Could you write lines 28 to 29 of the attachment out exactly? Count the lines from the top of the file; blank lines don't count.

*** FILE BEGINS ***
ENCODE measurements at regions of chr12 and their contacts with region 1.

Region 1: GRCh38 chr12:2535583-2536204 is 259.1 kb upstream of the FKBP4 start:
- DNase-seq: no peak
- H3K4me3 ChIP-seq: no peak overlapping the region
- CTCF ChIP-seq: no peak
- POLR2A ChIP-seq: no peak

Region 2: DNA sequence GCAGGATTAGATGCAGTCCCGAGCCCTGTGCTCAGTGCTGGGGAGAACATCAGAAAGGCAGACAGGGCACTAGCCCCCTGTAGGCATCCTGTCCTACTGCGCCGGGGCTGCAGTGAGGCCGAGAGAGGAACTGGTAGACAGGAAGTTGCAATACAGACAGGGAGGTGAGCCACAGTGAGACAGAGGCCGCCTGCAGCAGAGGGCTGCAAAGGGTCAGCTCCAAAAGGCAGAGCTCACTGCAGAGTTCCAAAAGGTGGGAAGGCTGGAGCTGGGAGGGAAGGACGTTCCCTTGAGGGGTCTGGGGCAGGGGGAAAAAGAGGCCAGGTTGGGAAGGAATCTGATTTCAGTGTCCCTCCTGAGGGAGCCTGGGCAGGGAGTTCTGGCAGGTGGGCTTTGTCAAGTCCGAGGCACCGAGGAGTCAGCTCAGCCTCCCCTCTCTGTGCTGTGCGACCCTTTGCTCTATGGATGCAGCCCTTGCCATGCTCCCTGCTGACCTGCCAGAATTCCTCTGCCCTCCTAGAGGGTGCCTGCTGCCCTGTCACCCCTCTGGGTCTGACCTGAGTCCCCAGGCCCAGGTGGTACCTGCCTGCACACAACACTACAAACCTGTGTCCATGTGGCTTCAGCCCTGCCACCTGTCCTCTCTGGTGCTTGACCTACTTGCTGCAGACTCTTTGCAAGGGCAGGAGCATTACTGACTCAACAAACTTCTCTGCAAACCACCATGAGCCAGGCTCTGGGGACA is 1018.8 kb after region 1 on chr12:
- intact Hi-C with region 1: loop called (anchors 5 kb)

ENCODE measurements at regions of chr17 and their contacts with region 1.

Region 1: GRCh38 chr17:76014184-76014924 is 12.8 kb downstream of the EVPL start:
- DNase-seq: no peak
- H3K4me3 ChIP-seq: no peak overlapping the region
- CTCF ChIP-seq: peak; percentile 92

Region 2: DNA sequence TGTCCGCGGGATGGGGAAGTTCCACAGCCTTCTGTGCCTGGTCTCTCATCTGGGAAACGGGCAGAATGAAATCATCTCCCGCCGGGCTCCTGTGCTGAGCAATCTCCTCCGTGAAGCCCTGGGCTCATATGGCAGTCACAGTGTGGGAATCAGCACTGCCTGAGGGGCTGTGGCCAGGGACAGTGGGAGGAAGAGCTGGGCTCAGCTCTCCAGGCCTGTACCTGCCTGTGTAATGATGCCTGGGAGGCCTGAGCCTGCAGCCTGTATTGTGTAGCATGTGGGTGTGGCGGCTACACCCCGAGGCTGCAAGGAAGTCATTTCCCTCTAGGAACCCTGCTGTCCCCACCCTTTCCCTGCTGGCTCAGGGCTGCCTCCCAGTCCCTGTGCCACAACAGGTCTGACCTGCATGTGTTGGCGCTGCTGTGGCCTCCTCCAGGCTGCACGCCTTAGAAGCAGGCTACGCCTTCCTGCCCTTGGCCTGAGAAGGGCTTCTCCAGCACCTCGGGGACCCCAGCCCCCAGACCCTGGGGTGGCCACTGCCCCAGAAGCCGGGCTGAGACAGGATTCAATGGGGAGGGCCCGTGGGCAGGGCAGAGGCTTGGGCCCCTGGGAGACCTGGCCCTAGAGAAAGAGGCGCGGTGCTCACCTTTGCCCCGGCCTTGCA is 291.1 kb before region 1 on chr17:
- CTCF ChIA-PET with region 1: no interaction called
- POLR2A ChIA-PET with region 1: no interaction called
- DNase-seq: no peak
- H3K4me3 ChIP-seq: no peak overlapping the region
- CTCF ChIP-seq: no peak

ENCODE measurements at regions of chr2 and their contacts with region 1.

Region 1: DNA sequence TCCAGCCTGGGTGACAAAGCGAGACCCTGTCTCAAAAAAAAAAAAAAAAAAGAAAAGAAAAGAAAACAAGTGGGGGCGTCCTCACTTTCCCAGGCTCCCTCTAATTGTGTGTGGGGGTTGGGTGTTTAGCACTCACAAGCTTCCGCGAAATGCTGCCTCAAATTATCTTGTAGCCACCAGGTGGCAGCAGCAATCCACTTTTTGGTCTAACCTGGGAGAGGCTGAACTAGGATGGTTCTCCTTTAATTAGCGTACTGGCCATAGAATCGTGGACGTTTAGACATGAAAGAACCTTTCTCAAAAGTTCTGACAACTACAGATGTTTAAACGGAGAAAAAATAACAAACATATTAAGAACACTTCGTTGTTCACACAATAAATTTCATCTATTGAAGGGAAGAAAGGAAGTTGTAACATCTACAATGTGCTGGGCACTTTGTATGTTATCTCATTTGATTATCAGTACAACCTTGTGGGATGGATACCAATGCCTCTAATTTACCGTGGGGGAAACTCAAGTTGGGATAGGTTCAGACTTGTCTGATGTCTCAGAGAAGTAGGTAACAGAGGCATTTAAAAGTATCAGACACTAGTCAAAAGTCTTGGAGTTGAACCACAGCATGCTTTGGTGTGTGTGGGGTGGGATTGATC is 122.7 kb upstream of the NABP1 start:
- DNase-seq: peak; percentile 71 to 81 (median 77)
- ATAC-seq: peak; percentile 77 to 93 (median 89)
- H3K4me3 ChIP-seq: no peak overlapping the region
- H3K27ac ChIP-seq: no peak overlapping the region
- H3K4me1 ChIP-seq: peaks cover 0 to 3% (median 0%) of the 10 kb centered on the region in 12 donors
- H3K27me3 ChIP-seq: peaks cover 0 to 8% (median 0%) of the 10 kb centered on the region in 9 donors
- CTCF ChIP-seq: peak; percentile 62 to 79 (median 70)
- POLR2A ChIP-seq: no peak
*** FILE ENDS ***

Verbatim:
- CTCF ChIP-seq: peak; percentile 62 to 79 (median 70)
- POLR2A ChIP-seq: no peak